After speaking to organisations such as Autism Victoria and looking around at what was available about ASD in the media Lucy realised that: “although there were quite a few portrayals of children with autism, as well as autistic savants, there really wasn’t anything that explored autism from the point of view of people who were trying to live a “normal” life – i.e. have jobs, friendships, partners and so on”. Lucy decided to explore the subject from this perspective and see what was possible – or not – for someone with autism. After visiting many support groups and speaking to many possible characters she settled on the four people who are in the final film.
Lucy felt that these four people would be particularly good at allowing a glimpse into their inner world and also felt that “They were all quite different to each other and exemplified the diverse challenges that people with autism face – as well as their various strengths – and were also at different stages of life facing very different challenges”.
And yet there were also many similarities – although of course every person with autism is unique, autistic people often share common interests and common difficulties – and the four characters were also linked in other ways. In fact what also drew Lucy to them was that they all knew each other or had met, for instance Wendy and James are good friends and live in the same town.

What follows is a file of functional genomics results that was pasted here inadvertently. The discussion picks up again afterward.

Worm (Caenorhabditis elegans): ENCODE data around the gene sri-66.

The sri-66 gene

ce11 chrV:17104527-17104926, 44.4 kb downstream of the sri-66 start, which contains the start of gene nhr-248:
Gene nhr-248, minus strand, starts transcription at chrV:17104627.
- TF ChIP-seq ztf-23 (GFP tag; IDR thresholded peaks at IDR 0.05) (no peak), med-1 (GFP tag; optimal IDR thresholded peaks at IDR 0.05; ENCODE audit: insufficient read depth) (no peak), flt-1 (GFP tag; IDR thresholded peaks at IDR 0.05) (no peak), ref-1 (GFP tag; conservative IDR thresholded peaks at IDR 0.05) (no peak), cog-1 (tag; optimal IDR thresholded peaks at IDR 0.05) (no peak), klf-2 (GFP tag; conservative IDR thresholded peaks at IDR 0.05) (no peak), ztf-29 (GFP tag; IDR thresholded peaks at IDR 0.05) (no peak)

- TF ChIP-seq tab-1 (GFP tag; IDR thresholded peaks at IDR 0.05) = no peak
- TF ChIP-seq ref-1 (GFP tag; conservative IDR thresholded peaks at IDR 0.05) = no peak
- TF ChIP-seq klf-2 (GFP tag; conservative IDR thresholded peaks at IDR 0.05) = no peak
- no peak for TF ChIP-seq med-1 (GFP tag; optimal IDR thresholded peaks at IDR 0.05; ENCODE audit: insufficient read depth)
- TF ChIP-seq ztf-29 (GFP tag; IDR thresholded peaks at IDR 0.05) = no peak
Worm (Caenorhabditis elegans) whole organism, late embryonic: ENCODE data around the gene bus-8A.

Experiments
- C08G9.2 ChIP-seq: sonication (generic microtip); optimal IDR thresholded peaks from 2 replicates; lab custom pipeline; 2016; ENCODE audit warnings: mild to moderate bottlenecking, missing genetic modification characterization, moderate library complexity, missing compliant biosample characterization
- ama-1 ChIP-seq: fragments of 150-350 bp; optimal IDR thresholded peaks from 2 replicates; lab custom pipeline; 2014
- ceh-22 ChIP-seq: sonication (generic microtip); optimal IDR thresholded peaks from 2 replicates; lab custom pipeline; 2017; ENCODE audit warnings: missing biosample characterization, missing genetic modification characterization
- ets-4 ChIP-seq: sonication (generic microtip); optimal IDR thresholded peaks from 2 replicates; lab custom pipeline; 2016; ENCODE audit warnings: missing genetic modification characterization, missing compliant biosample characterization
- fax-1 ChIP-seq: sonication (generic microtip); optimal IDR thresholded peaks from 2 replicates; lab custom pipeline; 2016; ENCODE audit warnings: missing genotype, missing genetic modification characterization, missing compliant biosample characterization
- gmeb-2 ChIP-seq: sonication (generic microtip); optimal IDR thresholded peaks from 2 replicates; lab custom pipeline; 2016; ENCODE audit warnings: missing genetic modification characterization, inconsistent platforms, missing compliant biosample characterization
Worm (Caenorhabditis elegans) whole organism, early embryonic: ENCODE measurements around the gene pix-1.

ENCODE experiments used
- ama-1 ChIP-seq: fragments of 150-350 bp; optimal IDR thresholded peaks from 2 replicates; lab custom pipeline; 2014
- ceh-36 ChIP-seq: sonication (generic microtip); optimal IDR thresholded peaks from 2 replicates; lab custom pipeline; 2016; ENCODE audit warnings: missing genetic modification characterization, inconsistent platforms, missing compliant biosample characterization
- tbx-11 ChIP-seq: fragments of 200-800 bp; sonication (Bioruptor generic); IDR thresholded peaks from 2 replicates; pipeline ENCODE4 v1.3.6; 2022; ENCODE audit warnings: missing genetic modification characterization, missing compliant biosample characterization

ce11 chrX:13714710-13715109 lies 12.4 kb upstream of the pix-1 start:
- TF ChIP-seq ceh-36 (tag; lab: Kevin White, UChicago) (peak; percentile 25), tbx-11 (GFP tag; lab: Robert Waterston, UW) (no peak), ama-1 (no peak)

“One of the most interesting things that I encountered during the research for this project was the fact that there exists a vibrant and rich autistic community”, says Lucy. There once existed the assumption that autistic people do not like company. In fact, it was thought that one of the main features of autism is what was termed “autistic aloneness” by Leo Kanner, one of the first people to medically diagnose autism. However Lucy found instead that many people with autism were very much interested in others, it was just that this interest was often displayed in a way most of us were not used to – such as through an interest in facts etc. Lucy really wanted this idea of the autistic community to be part of the film – hence the idea for the picnic.